What is stainless steel cutlery?
The development of stainless steel cutlery was a triumph for the hospitality industry. Finally, they have a relatively cheap product that can resist rusting, heat damage, and most crucially for the food service industry, because it doesn’t react with chemical compounds found in food or in the mouth, stainless steel doesn’t produce the metallic taste that an alternative like silver plate cutlery does.
While stainless steel has certainly made life a lot easier for food service, and is most certainly the industry standard now, there are a few things to consider when purchasing cutlery.
Understanding stainless steel gradings
Before you rush off to start buying truckloads of this miraculous cutlery, you will want to keep in mind the different types of cutlery that are on the market. When shopping, you will want to look for things that mention numbers like 18/10, 18/8 or 18/0. These numbers tell you about what the product is made from, which gives you an idea of how it will behave after use. The first number represents the percentage of chromium in a product, while the second number is the percentage of nickel. Chromium is added to the mix to give it a good resistance to corrosion, and adding nickel boosts the resistance even further, and gives it a nice shine. Some manufacturers will also add coatings to boost the performance of the steel, particularly those products that don’t contain any nickel. The Austin cutlery ranges are all 18/0 graded, but have a special coating that effectively makes them perform like a 18/10 product. To summarise, 18/8 has about 18% chromium and 8% nickel, while 18/0 stainless steel has 18% chromium and no nickel, meaning it may be more susceptible to corrosion than flatware containing nickel.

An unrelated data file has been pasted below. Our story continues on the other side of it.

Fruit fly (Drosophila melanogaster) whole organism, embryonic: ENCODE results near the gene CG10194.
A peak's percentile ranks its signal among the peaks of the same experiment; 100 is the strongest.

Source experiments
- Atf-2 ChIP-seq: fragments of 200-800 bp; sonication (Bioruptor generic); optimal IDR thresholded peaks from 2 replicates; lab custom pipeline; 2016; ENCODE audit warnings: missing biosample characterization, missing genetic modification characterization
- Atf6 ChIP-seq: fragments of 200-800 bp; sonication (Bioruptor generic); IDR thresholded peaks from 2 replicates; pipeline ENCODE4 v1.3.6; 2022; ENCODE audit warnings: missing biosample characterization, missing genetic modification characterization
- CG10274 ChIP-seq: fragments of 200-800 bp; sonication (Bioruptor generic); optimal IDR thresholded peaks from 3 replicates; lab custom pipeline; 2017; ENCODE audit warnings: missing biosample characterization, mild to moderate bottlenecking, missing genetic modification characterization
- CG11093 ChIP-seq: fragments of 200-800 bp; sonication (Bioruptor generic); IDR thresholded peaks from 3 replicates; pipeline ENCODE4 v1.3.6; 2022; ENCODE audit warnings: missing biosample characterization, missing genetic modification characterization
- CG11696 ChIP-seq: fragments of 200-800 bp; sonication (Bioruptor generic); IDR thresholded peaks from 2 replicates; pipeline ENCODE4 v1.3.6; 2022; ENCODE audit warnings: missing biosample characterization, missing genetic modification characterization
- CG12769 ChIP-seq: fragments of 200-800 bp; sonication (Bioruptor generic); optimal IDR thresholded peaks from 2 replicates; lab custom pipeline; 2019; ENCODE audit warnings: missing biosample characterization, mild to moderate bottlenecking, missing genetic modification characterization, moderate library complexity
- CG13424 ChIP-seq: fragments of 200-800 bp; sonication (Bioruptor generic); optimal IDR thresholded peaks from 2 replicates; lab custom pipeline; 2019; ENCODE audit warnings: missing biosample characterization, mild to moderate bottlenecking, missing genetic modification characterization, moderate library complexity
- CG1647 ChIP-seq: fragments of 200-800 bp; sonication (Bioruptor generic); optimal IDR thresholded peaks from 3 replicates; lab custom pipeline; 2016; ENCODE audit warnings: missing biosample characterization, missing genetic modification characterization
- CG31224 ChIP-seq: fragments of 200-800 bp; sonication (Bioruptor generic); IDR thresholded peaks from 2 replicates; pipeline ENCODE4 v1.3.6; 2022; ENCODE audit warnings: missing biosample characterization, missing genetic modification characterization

Learning how to properly look after your stainless steel cutlery
It’s tempting to think that stainless steel means ‘no rust’. Unfortunately this isn’t actually the case. Stainless steel is more resistant to rust than other types of steel, but it’s still important to properly look after your cutlery to get the best out of it.
After your diners have finished with their cutlery, try not to let any food material sit on the surface of the cutlery for too long. a When washing your cutlery, you should make sure you aren’t allowing moisture to sit on the cutlery for extended periods, as this can cause spot rusting. You should always completely dry cutlery before storing it away. You should also avoid using harsh chemical cleaners that can damage the surface of the cutlery and cause corrosion. At The Flying Fork, we have a range of excellent products for your cleaning needs. These have been optimised for use on stainless steel products, to ensure a thorough clean, without damaging the product.
One final thing to remember is that because nickel is a softer metal, they aren’t used to construct knives because they would go blunt too quickly. This means knives need to be treated a little more carefully than the other cutlery because they are slightly less resistant to rust.
If your cutlery is beginning to display rusting, try using a non-abrasive scourer to remove the surface imperfections. Just remember to use a non-abrasive scourer, as the abrasive type will likely damage your cutlery, leaving you with scratchy, cloudy looking pieces that have lost their luster.
Where to buy stainless steel cutlery
The best place to buy stainless steel in bulk is right here at The Flying Fork Cutlery section. You will notice a lot of styles and brands, so it's a good idea to browse the shapes and styles. Plus we can send single samples so you can touch and feel the cutlery before purchasing.
Here is a list of all the stainless steel cutlery brands:
- Abert Cutlery
- Amefa Cutlery
- Arcos Cutlery
- Athena Cutlery
- Chalet Cutlery
- Sant Andrea Cutlery
- Trenton Basics Cutlery
Ordering loads of cutlery? Get a custom quote now by emailing us at The Flying Fork. Thank you!